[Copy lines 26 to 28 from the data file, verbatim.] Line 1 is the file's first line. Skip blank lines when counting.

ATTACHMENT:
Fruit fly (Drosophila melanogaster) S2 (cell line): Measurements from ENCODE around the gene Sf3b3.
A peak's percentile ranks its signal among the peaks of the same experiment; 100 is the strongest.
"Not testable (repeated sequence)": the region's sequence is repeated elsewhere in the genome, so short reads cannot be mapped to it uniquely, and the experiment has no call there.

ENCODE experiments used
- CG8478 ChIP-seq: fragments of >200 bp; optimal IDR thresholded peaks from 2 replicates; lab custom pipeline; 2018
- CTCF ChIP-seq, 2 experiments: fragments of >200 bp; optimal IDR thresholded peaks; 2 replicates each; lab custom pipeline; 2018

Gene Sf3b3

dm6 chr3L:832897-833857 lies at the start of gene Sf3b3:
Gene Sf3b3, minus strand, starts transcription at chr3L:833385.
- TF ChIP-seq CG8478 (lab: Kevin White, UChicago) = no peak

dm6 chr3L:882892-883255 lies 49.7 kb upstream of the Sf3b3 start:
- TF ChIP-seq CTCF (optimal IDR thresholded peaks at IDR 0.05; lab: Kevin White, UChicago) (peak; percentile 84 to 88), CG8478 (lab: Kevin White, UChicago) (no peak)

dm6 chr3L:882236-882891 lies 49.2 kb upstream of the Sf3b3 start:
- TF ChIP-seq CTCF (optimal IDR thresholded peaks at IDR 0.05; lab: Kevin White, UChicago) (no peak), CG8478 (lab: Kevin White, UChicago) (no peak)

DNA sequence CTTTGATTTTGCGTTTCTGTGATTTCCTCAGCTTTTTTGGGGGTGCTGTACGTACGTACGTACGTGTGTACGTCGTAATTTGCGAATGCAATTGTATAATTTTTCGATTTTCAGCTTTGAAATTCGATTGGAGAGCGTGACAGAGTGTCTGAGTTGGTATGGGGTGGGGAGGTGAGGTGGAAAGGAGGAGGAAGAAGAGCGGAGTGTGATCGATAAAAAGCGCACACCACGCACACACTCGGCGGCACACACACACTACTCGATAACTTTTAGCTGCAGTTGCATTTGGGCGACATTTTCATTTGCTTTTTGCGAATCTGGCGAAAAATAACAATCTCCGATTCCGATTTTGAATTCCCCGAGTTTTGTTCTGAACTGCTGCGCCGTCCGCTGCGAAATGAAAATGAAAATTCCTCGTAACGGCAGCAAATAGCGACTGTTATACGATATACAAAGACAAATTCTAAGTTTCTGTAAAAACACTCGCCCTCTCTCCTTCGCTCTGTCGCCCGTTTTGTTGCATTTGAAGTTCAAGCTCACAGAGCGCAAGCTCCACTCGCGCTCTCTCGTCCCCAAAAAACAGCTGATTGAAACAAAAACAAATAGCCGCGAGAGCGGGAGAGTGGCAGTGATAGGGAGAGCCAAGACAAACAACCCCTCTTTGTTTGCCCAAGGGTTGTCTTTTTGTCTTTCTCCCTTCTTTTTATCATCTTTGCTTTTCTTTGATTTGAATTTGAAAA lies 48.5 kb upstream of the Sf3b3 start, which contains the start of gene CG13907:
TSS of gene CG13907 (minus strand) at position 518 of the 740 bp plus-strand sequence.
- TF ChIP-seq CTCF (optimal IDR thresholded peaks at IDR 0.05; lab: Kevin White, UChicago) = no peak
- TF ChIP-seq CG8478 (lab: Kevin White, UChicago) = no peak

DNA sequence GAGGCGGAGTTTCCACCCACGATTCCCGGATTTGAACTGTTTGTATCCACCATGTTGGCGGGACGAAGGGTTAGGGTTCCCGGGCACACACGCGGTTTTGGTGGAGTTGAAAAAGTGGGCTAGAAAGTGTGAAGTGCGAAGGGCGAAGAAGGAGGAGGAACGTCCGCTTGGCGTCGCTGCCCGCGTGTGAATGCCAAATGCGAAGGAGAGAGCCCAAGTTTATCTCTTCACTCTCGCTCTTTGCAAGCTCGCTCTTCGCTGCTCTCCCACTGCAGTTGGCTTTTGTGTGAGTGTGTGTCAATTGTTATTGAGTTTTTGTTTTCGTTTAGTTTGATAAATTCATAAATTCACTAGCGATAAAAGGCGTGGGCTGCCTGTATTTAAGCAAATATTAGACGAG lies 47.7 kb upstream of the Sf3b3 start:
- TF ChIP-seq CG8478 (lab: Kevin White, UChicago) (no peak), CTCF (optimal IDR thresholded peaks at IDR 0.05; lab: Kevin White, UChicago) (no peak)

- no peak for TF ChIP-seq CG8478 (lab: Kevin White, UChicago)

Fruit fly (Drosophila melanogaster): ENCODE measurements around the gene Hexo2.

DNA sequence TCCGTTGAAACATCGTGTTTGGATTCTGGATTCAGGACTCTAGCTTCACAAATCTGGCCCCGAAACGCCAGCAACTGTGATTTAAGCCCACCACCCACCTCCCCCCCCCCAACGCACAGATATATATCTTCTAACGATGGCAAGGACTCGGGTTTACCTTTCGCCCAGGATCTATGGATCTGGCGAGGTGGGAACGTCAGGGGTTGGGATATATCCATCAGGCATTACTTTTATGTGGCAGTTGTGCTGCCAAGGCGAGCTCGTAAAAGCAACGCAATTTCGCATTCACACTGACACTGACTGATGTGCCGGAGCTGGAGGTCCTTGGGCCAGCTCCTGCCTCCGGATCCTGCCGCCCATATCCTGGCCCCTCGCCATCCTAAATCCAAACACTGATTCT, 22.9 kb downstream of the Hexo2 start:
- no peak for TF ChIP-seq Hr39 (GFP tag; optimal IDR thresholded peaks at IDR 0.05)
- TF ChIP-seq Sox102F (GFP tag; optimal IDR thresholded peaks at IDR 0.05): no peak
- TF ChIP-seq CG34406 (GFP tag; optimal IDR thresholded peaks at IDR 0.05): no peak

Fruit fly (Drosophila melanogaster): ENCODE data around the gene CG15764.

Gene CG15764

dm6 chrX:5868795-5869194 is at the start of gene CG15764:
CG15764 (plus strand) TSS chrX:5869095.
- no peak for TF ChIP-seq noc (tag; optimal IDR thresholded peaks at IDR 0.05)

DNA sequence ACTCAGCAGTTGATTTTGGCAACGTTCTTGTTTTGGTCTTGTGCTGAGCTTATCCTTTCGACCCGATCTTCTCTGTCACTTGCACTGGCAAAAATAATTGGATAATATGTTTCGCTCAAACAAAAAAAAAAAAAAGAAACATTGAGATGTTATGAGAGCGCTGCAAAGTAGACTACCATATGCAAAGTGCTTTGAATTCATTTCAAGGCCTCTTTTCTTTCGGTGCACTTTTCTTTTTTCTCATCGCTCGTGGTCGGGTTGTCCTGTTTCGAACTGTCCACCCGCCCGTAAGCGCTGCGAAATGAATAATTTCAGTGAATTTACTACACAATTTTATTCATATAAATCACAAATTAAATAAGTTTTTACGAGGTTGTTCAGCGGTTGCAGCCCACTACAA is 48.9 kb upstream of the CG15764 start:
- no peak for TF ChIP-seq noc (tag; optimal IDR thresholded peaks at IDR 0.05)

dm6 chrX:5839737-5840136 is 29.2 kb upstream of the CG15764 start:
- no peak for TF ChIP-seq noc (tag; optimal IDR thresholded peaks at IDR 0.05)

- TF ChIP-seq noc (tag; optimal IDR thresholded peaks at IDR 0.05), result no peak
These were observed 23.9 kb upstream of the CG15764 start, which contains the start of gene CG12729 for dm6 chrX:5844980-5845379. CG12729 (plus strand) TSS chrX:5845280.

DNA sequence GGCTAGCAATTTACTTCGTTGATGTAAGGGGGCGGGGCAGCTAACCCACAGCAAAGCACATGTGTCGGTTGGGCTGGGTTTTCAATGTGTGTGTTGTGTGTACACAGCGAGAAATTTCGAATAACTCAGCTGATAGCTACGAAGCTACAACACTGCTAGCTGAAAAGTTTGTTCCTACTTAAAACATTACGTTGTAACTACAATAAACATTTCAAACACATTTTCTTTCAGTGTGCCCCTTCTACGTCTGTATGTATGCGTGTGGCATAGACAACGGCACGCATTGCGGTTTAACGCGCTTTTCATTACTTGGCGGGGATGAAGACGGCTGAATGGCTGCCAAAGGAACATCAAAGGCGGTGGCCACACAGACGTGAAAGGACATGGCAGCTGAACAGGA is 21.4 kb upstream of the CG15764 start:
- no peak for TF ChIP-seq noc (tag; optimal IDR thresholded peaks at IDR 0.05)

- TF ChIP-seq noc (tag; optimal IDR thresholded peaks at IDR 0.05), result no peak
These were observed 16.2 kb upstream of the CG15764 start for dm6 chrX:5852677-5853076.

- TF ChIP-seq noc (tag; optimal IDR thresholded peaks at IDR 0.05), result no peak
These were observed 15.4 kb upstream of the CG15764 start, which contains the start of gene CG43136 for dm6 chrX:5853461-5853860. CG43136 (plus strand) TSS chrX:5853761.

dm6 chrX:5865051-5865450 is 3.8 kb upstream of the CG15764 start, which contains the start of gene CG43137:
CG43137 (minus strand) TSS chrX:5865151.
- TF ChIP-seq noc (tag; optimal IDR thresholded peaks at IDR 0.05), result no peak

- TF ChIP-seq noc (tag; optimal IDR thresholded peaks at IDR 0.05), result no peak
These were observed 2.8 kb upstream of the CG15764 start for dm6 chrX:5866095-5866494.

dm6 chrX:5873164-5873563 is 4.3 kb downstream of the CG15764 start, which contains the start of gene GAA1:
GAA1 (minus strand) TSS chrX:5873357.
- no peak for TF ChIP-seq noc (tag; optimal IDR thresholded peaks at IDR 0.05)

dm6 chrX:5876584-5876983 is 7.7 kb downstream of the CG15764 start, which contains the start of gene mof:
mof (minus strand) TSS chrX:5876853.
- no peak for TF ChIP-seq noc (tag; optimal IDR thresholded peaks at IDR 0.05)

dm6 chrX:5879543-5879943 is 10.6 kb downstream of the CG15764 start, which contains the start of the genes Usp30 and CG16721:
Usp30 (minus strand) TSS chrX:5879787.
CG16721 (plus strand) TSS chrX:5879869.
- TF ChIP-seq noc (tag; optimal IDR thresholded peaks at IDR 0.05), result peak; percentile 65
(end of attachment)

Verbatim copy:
- TF ChIP-seq CG34406 (GFP tag; optimal IDR thresholded peaks at IDR 0.05): no peak

Fruit fly (Drosophila melanogaster): ENCODE data around the gene CG15764.

Gene CG15764